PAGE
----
Wild Devil Recovery
While the threat to the Tasmanian devil due to Devil Facial Tumour Disease (DFTD) continues to spread through wild populations in Tasmania, significant advances in the Insurance Population and protecting isolated devil populations, are enabling the Save the Tasmanian Devil Program to commence a new phase in the species' conservation - focussing on recovery in the wild.
On 23 November 2014 the Tasmanian Minister for Environment, Parks and Heritage Matthew Groom, announced a refocusing of the Save the Tasmanian Devil Program towards population monitoring, field research, and research and development into possible immunisation techniques. This initiative is to be supported with funding from the Australian Government. The Wild Devil Recovery Project commenced in late 2014 and the role of
the Save the Tasmanian Devil Program (STDP) has been to explore ways to
rebuild disease-affected populations and establish wild devil recovery
zones across Tasmania.
The work involves gaining a better understanding of the status and condition of wild devil populations, development of options to reduce other threats to Tasmanian devils (such as road kill), engagement with community groups and key stakeholders to mitigate threats, and the development of techniques to successfully reintroduce devils into existing wild populations.
This project directly addresses key actions 1, 2, 4 and 5 in the draft Recovery Plan (DPIPWE in progress) through the development of techniques to manage diseased populations of devils in the wild in Tasmania and a significant trial of immunisation strategies for use in wild population management.
The project is comprised of four main elements:
- North-east devil population assessment
- Strategies to rebuild wild populations
- Field trials of immunisation viability in devils, and
- Wild devil management.
On 18 November 2015, 39 healthy Tasmanian devils were released on the Forestier Peninsula to re-establish a wild population of devils free of the deadly Devil Facial Tumour Disease (DFTD) in Tasmania’s south east. In 2004, DFTD was detected on the Forestier Peninsula and after an unsuccessful attempt was made to remove the infected devils. In 2012 the entire area was depopulated to ensure it was disease-free and natural barriers have been augmented to stop the movement of diseased animals back into the area. Some of the devils released on the Forestier Peninsula on 18 November 2015 are descendants of animals removed in the depopulation.
The release on Forestier Peninsula follows the release of 48 disease-free devils on Maria Island and Narawntapu National Park over the past three years.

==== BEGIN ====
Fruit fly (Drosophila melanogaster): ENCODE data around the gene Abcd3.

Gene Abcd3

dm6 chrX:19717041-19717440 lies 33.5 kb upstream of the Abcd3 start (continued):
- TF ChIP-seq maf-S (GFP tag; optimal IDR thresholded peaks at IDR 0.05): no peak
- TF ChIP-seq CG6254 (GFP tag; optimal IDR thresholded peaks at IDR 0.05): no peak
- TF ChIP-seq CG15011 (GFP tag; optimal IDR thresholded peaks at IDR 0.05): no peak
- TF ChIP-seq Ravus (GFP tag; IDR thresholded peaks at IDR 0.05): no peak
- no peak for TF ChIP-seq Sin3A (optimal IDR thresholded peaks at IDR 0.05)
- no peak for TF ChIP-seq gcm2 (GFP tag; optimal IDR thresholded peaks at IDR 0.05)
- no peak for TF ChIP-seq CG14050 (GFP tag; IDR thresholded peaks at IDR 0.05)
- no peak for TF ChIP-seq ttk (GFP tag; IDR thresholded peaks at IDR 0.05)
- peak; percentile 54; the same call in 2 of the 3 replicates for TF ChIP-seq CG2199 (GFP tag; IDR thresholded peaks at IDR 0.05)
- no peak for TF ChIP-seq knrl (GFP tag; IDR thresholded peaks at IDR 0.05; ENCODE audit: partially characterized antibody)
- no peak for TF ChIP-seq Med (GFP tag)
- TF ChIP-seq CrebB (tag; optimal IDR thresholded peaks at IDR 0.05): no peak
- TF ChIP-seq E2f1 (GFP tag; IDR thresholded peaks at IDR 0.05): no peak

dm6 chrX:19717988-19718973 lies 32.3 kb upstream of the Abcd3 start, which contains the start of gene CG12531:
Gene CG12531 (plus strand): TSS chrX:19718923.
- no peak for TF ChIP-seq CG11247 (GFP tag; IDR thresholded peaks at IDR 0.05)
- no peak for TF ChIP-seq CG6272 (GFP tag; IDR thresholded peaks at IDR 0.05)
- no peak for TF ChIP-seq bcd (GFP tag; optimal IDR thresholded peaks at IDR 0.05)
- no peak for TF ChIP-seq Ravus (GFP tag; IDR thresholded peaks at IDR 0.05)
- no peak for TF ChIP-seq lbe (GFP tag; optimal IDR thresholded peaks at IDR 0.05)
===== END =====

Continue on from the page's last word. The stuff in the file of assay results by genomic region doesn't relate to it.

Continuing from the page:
The Narawntapu translocation took place in September 2015 and the devils involved are part of a field trial to effectively test the immunisation response against DFTD and to help refine and develop more effective vaccination techniques in the future. The project is also aimed at developing release techniques that optimise the survival and retention of devils at the release site.
Stony Head in the state's north-east will become the latest site to be involved in the WDR project with 33 devils being released on 30 August 2016. Several new aspects are being trialled as part of this release including fitting the majority of devils with a GPS collar for a short period to help with monitoring post-release, allowing devil movements to be monitored hourly and daily. The devils will also be trapped and monitored at regular periods as per previous WDR trial releases.
The STDP is also referring to the past WDR releases to inform the logistics of this latest trial at Stony Head. This includes taking mitigation steps to reduce the number of released devils being killed from being hit by cars on nearby roads.
These mitigation steps include:
- Positioning feed stations at different locations on the site to ease into the transition from captive-to-wild living and reducing the desire to disperse;
- Working with the George Town and Dorset Councils to install signage on nearby roads reminding drivers to slow down;
- Having Virtual Fencing on standby to be deployed as a device to alert wildlife to oncoming traffic - thus scaring the animals off the road before being hit by a vehicle; and
- Researching options in an effort to train captive-bred devils to be more afraid of cars.
The release of the devils is an important new phase in ongoing efforts to save the Tasmanian devil in the wild.
Peninsula Devil Conservation Project Brochure - Creating a Wild Devil Recovery Zone (2.97 MB)
Wild Devil Recovery Project Stony Head Flyer.pdf (192 kb)